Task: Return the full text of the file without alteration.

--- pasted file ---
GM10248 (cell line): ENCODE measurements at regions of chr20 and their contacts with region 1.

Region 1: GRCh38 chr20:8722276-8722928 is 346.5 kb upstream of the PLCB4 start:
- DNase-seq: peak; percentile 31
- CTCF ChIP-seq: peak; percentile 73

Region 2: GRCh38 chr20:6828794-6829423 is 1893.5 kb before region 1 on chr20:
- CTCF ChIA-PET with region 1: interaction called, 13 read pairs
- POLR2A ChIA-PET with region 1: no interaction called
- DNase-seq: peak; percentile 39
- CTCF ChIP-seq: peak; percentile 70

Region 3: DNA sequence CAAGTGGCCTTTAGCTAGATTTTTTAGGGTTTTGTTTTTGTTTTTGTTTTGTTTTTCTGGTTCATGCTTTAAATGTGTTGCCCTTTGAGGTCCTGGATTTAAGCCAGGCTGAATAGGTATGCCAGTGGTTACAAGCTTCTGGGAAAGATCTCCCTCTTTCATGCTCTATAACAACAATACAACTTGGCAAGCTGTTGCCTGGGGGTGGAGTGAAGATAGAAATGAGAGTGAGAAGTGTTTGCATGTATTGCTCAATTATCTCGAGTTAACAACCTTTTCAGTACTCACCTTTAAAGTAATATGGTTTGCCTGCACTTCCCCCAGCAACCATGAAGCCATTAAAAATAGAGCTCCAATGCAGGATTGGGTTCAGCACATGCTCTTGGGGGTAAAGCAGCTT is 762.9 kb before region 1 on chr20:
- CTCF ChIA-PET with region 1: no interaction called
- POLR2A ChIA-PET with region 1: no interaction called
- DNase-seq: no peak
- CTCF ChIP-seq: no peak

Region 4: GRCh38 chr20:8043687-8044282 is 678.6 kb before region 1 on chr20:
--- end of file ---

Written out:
GM10248 (cell line): ENCODE measurements at regions of chr20 and their contacts with region 1.

Region 1: GRCh38 chr20:8722276-8722928 is 346.5 kb upstream of the PLCB4 start:
- DNase-seq: peak; percentile 31
- CTCF ChIP-seq: peak; percentile 73

Region 2: GRCh38 chr20:6828794-6829423 is 1893.5 kb before region 1 on chr20:
- CTCF ChIA-PET with region 1: interaction called, 13 read pairs
- POLR2A ChIA-PET with region 1: no interaction called
- DNase-seq: peak; percentile 39
- CTCF ChIP-seq: peak; percentile 70

Region 3: DNA sequence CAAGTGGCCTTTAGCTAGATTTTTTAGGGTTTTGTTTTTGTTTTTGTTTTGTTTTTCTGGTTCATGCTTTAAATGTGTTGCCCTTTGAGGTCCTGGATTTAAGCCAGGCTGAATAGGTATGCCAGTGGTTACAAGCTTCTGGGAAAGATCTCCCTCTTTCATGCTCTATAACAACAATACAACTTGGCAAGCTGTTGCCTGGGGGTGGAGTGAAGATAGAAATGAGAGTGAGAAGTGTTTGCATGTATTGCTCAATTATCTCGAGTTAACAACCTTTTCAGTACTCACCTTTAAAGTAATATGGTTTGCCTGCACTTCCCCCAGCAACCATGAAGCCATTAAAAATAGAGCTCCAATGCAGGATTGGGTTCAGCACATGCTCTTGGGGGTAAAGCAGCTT is 762.9 kb before region 1 on chr20:
- CTCF ChIA-PET with region 1: no interaction called
- POLR2A ChIA-PET with region 1: no interaction called
- DNase-seq: no peak
- CTCF ChIP-seq: no peak

Region 4: GRCh38 chr20:8043687-8044282 is 678.6 kb before region 1 on chr20: